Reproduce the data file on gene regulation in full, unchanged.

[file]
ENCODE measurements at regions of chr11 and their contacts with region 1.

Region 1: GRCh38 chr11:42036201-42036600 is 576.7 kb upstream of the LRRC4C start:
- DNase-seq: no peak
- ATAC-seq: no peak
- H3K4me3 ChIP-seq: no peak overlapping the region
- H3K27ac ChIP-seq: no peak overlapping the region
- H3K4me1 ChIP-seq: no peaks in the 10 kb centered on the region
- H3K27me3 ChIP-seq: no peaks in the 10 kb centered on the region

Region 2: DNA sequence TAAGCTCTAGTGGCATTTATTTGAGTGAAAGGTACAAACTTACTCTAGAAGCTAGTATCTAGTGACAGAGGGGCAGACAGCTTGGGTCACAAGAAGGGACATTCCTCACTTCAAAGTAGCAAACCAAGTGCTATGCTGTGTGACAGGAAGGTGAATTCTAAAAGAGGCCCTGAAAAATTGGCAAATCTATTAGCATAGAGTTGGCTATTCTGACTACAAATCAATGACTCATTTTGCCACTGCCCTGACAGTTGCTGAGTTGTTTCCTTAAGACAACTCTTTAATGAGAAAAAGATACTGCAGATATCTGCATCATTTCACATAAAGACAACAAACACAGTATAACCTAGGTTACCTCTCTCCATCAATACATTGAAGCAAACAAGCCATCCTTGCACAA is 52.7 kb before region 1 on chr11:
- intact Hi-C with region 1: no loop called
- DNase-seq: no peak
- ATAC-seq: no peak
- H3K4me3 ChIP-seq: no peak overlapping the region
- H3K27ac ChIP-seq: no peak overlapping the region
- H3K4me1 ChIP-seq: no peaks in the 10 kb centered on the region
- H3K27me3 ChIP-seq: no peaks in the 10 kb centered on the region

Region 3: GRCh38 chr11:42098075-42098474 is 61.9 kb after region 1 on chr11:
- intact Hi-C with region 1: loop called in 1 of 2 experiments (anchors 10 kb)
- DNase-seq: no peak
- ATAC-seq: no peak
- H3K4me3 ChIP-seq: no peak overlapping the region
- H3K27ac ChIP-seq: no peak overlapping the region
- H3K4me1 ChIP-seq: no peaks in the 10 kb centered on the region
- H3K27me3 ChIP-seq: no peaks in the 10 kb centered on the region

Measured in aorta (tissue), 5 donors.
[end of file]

ENCODE measurements at regions of chr11 and their contacts with region 1.

Region 1: GRCh38 chr11:42036201-42036600 is 576.7 kb upstream of the LRRC4C start:
- DNase-seq: no peak
- ATAC-seq: no peak
- H3K4me3 ChIP-seq: no peak overlapping the region
- H3K27ac ChIP-seq: no peak overlapping the region
- H3K4me1 ChIP-seq: no peaks in the 10 kb centered on the region
- H3K27me3 ChIP-seq: no peaks in the 10 kb centered on the region

Region 2: DNA sequence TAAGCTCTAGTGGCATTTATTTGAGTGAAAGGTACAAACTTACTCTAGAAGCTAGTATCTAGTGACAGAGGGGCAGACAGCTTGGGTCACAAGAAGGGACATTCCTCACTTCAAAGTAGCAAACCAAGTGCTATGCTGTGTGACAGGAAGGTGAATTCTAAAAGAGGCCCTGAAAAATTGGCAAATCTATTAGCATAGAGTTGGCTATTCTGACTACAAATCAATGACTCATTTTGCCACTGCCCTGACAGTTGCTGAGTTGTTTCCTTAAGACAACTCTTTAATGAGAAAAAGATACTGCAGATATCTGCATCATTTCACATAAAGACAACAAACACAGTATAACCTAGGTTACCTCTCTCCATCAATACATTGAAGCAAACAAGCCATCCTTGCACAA is 52.7 kb before region 1 on chr11:
- intact Hi-C with region 1: no loop called
- DNase-seq: no peak
- ATAC-seq: no peak
- H3K4me3 ChIP-seq: no peak overlapping the region
- H3K27ac ChIP-seq: no peak overlapping the region
- H3K4me1 ChIP-seq: no peaks in the 10 kb centered on the region
- H3K27me3 ChIP-seq: no peaks in the 10 kb centered on the region

Region 3: GRCh38 chr11:42098075-42098474 is 61.9 kb after region 1 on chr11:
- intact Hi-C with region 1: loop called in 1 of 2 experiments (anchors 10 kb)
- DNase-seq: no peak
- ATAC-seq: no peak
- H3K4me3 ChIP-seq: no peak overlapping the region
- H3K27ac ChIP-seq: no peak overlapping the region
- H3K4me1 ChIP-seq: no peaks in the 10 kb centered on the region
- H3K27me3 ChIP-seq: no peaks in the 10 kb centered on the region

Measured in aorta (tissue), 5 donors.